We got home from school around 3:45, and there were demands all around for snacks. These demands were not met, of course, until I got the required "please" in front of the "Make me some popcorn!" From there, I dealt with video games (25 minutes each, take turns, no arguing, hitting, or feet stomping when your turn is up), homework:

"You won't help me! You NEVER help me!"

Me (calmly): "I'm happy to help, but I'm not going to DO your homework for you. Do the reading, then we'll talk about it."


"Do not raise your voice."

"I hate homework, my teacher is SO STUPID!"

(Less calm): "Do NOT disrespect teachers in this house!"

"You NEVER help me!" (tears of recrimination)

(No calmness whatsoever): "Now I WON'T help you. Put that homework away and ask Dad to help when he gets home!"

And so on, and so forth, until as we sat down for an early 4:30 dinner before I took them to wrestling practice. Of course, there were complaints about the type of pasta ("Spaghetti?!"), who sat where ("My turn in the good seat!"), and who got served first/more ("Not fair!").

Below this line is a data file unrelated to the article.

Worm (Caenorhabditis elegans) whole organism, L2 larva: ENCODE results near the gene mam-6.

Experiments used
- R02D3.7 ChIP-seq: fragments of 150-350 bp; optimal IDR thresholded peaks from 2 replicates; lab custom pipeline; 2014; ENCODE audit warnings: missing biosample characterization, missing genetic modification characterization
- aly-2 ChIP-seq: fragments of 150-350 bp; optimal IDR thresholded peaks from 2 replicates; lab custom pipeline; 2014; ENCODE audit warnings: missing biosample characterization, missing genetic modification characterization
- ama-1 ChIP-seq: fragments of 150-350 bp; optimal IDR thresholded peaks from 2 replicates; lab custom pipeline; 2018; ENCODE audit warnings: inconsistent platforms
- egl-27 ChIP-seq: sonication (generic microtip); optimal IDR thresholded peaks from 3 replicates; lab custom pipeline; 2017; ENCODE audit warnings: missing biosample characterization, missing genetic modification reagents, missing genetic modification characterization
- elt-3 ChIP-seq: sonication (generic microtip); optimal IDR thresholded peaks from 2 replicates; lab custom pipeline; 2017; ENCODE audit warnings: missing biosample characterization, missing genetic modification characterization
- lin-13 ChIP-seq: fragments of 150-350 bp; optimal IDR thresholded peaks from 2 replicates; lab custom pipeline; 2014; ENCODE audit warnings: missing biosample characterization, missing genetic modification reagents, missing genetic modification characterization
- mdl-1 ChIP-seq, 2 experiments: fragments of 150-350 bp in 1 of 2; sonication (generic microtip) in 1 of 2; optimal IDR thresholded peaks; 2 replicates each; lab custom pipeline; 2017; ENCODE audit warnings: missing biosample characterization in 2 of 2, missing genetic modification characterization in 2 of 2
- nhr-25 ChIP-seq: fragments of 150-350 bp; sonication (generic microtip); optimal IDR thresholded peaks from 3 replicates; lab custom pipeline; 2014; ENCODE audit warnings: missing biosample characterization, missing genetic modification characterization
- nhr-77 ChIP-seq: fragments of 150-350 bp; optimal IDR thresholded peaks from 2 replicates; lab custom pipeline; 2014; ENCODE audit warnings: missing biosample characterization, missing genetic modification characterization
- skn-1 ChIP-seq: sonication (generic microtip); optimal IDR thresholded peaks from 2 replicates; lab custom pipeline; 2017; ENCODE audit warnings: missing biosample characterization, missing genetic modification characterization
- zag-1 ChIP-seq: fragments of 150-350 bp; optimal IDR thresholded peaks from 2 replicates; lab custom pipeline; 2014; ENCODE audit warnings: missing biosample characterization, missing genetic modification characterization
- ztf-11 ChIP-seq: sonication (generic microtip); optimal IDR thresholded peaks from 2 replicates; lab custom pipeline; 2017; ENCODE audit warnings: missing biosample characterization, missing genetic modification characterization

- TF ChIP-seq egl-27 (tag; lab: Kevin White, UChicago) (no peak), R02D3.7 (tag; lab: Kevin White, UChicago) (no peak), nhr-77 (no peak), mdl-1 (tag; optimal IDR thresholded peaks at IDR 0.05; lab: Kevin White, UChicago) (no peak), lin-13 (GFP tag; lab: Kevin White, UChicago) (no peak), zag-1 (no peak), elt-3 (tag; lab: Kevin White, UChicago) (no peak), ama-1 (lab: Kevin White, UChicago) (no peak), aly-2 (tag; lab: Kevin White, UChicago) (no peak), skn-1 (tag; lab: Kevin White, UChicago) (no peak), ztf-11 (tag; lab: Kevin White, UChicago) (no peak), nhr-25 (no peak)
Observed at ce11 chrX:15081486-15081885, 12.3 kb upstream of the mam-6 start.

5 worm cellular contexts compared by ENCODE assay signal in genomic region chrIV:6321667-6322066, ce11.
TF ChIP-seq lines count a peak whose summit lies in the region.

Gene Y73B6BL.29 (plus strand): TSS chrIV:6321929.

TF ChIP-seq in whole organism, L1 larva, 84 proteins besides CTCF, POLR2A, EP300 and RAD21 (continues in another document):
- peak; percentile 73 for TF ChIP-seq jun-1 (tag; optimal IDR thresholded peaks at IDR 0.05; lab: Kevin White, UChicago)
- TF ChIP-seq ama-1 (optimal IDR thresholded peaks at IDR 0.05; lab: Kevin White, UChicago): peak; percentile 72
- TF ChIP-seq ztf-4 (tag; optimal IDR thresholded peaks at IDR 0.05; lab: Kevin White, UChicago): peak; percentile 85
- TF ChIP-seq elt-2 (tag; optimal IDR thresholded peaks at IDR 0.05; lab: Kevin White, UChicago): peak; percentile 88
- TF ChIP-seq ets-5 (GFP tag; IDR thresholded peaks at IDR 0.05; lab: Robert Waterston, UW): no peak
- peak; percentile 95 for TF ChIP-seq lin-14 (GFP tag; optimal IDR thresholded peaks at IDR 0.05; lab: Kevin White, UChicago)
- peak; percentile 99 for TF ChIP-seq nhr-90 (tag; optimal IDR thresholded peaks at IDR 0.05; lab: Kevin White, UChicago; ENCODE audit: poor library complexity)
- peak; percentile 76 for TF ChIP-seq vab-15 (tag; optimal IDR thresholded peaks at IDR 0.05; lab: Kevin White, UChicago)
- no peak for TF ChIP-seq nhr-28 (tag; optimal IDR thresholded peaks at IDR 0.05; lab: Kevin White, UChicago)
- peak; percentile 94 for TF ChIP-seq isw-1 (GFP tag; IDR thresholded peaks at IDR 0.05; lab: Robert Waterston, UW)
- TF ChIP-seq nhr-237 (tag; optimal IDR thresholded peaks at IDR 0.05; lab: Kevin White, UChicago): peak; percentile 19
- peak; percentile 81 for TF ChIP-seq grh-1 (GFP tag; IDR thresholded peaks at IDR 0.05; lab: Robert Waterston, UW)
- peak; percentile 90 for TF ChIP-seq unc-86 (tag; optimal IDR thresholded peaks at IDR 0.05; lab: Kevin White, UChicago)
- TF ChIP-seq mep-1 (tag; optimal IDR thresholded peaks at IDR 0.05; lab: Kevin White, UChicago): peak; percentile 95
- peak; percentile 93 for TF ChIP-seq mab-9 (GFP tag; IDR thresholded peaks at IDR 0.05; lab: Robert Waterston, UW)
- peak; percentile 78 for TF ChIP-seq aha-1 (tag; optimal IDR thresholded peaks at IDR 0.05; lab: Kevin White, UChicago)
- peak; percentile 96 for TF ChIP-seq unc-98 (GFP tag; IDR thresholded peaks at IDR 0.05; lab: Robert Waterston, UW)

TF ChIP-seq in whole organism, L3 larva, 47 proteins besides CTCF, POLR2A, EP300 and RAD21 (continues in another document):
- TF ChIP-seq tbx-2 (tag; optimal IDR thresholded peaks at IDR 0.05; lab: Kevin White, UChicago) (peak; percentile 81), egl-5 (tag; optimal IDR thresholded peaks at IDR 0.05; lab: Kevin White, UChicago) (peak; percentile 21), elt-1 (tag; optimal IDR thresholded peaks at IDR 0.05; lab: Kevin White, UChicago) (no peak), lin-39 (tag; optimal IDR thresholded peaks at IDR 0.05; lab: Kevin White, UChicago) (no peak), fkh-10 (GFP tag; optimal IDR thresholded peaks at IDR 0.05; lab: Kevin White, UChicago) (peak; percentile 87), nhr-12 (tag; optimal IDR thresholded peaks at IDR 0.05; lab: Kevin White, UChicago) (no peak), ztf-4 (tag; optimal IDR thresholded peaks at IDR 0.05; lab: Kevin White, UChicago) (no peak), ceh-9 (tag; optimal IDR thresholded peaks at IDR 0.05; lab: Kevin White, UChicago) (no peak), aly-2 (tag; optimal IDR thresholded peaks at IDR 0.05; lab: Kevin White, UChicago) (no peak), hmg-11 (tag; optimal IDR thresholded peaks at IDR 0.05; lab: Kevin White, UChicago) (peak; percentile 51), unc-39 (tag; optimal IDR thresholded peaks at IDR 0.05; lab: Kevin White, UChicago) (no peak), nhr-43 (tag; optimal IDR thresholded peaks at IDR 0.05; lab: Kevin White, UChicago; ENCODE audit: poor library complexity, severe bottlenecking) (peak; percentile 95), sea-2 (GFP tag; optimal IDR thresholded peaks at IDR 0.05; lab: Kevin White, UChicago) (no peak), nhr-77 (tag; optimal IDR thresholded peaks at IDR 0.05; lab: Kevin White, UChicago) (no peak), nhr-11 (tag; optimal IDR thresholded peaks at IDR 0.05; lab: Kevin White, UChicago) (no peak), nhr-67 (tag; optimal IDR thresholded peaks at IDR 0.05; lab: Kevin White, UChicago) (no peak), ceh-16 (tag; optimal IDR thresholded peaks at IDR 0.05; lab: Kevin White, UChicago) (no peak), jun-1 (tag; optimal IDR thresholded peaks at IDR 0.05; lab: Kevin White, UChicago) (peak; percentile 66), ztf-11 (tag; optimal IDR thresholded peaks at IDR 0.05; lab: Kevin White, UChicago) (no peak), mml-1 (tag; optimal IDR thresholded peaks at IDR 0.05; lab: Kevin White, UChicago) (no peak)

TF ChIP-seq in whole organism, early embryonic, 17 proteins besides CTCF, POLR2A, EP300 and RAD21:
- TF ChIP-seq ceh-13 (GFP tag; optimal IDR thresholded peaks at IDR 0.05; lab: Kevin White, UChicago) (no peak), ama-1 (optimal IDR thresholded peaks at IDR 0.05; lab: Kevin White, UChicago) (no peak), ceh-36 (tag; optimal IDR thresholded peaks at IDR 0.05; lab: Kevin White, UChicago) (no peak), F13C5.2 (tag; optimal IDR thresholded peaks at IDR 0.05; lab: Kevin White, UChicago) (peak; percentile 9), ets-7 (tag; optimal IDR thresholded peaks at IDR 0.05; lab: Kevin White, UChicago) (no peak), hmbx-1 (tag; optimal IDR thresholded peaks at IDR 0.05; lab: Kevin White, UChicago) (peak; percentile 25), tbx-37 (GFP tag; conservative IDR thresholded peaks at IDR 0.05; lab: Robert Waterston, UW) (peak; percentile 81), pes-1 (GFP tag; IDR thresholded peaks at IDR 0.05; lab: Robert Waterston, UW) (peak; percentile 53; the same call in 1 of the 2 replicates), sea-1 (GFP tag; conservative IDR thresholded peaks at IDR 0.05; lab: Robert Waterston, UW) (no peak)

If you are exhausted reading this, imagine how I felt. Relentless, constant correction and discipline is absolutely NO FUN. In fact, as I sat there watching them eat dinner, all I could think is, "I've got to get a full-time job." They didn't seem to enjoy having me home, and frankly, I wasn't enjoying them a whole lot either. It's like having clients who complaint constantly that I'm the meanest, most unfair, most unreasonable lawyer in the world, AND they don't pay their bills.

Maybe as you read this, you think, "Geez, what out of control kids." On the other hand, if you've spent any time around seven-year-old boys, you may think, "Sounds pretty typical."

I took them to wrestling practice, after telling my younger (by a half hour) son that he was going to have to pay me the $100 wrestling fee from his allowance if he whined about going one more time (I'm convinced we're raising a generation of complainers and quitters, but that's another story). For the first time, I decided to stay and watch the whole practice, since at the last one, the coach said that they hadn't paid attention and had distracted some of the other kids.